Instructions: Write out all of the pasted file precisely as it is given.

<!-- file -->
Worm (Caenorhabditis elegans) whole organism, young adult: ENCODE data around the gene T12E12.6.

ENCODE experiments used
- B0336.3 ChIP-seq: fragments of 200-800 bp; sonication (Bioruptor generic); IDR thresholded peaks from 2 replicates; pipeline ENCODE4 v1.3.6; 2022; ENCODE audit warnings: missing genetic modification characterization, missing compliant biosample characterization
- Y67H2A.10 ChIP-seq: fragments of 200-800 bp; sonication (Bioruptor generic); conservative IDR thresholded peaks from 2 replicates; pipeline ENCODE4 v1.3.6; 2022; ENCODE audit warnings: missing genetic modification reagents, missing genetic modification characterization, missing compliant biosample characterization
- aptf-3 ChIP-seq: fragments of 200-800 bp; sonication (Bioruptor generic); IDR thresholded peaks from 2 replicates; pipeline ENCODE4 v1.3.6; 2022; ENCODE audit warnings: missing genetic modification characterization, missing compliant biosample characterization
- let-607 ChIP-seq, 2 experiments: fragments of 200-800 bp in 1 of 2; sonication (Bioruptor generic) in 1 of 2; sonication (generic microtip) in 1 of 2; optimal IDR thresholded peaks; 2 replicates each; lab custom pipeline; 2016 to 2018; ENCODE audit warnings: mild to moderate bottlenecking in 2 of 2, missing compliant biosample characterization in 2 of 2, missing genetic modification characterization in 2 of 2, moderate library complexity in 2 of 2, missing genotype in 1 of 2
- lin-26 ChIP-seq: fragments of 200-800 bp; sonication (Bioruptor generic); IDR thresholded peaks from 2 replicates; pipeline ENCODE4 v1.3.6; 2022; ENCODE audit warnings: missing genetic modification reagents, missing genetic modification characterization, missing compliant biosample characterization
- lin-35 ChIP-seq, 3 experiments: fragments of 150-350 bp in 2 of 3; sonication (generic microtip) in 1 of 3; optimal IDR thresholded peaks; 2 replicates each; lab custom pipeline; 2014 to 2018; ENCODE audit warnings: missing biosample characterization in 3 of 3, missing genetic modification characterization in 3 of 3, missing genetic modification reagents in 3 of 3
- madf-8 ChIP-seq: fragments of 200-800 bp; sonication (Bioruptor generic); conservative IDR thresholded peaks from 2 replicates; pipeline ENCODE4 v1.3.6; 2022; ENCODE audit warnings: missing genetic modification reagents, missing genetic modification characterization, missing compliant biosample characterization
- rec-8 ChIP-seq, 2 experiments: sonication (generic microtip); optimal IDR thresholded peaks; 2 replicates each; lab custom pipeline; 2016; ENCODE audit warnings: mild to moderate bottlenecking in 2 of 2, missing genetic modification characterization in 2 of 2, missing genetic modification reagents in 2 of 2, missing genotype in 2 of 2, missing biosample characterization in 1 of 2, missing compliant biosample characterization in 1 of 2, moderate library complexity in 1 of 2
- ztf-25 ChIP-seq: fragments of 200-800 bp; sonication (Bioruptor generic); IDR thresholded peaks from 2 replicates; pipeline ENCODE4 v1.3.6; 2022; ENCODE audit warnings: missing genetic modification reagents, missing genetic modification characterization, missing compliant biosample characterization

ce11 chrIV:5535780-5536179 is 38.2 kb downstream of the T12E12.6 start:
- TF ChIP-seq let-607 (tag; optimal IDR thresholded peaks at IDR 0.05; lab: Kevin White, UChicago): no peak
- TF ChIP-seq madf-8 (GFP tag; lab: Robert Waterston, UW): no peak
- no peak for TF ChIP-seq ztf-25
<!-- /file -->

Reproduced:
Worm (Caenorhabditis elegans) whole organism, young adult: ENCODE data around the gene T12E12.6.

ENCODE experiments used
- B0336.3 ChIP-seq: fragments of 200-800 bp; sonication (Bioruptor generic); IDR thresholded peaks from 2 replicates; pipeline ENCODE4 v1.3.6; 2022; ENCODE audit warnings: missing genetic modification characterization, missing compliant biosample characterization
- Y67H2A.10 ChIP-seq: fragments of 200-800 bp; sonication (Bioruptor generic); conservative IDR thresholded peaks from 2 replicates; pipeline ENCODE4 v1.3.6; 2022; ENCODE audit warnings: missing genetic modification reagents, missing genetic modification characterization, missing compliant biosample characterization
- aptf-3 ChIP-seq: fragments of 200-800 bp; sonication (Bioruptor generic); IDR thresholded peaks from 2 replicates; pipeline ENCODE4 v1.3.6; 2022; ENCODE audit warnings: missing genetic modification characterization, missing compliant biosample characterization
- let-607 ChIP-seq, 2 experiments: fragments of 200-800 bp in 1 of 2; sonication (Bioruptor generic) in 1 of 2; sonication (generic microtip) in 1 of 2; optimal IDR thresholded peaks; 2 replicates each; lab custom pipeline; 2016 to 2018; ENCODE audit warnings: mild to moderate bottlenecking in 2 of 2, missing compliant biosample characterization in 2 of 2, missing genetic modification characterization in 2 of 2, moderate library complexity in 2 of 2, missing genotype in 1 of 2
- lin-26 ChIP-seq: fragments of 200-800 bp; sonication (Bioruptor generic); IDR thresholded peaks from 2 replicates; pipeline ENCODE4 v1.3.6; 2022; ENCODE audit warnings: missing genetic modification reagents, missing genetic modification characterization, missing compliant biosample characterization
- lin-35 ChIP-seq, 3 experiments: fragments of 150-350 bp in 2 of 3; sonication (generic microtip) in 1 of 3; optimal IDR thresholded peaks; 2 replicates each; lab custom pipeline; 2014 to 2018; ENCODE audit warnings: missing biosample characterization in 3 of 3, missing genetic modification characterization in 3 of 3, missing genetic modification reagents in 3 of 3
- madf-8 ChIP-seq: fragments of 200-800 bp; sonication (Bioruptor generic); conservative IDR thresholded peaks from 2 replicates; pipeline ENCODE4 v1.3.6; 2022; ENCODE audit warnings: missing genetic modification reagents, missing genetic modification characterization, missing compliant biosample characterization
- rec-8 ChIP-seq, 2 experiments: sonication (generic microtip); optimal IDR thresholded peaks; 2 replicates each; lab custom pipeline; 2016; ENCODE audit warnings: mild to moderate bottlenecking in 2 of 2, missing genetic modification characterization in 2 of 2, missing genetic modification reagents in 2 of 2, missing genotype in 2 of 2, missing biosample characterization in 1 of 2, missing compliant biosample characterization in 1 of 2, moderate library complexity in 1 of 2
- ztf-25 ChIP-seq: fragments of 200-800 bp; sonication (Bioruptor generic); IDR thresholded peaks from 2 replicates; pipeline ENCODE4 v1.3.6; 2022; ENCODE audit warnings: missing genetic modification reagents, missing genetic modification characterization, missing compliant biosample characterization

ce11 chrIV:5535780-5536179 is 38.2 kb downstream of the T12E12.6 start:
- TF ChIP-seq let-607 (tag; optimal IDR thresholded peaks at IDR 0.05; lab: Kevin White, UChicago): no peak
- TF ChIP-seq madf-8 (GFP tag; lab: Robert Waterston, UW): no peak
- no peak for TF ChIP-seq ztf-25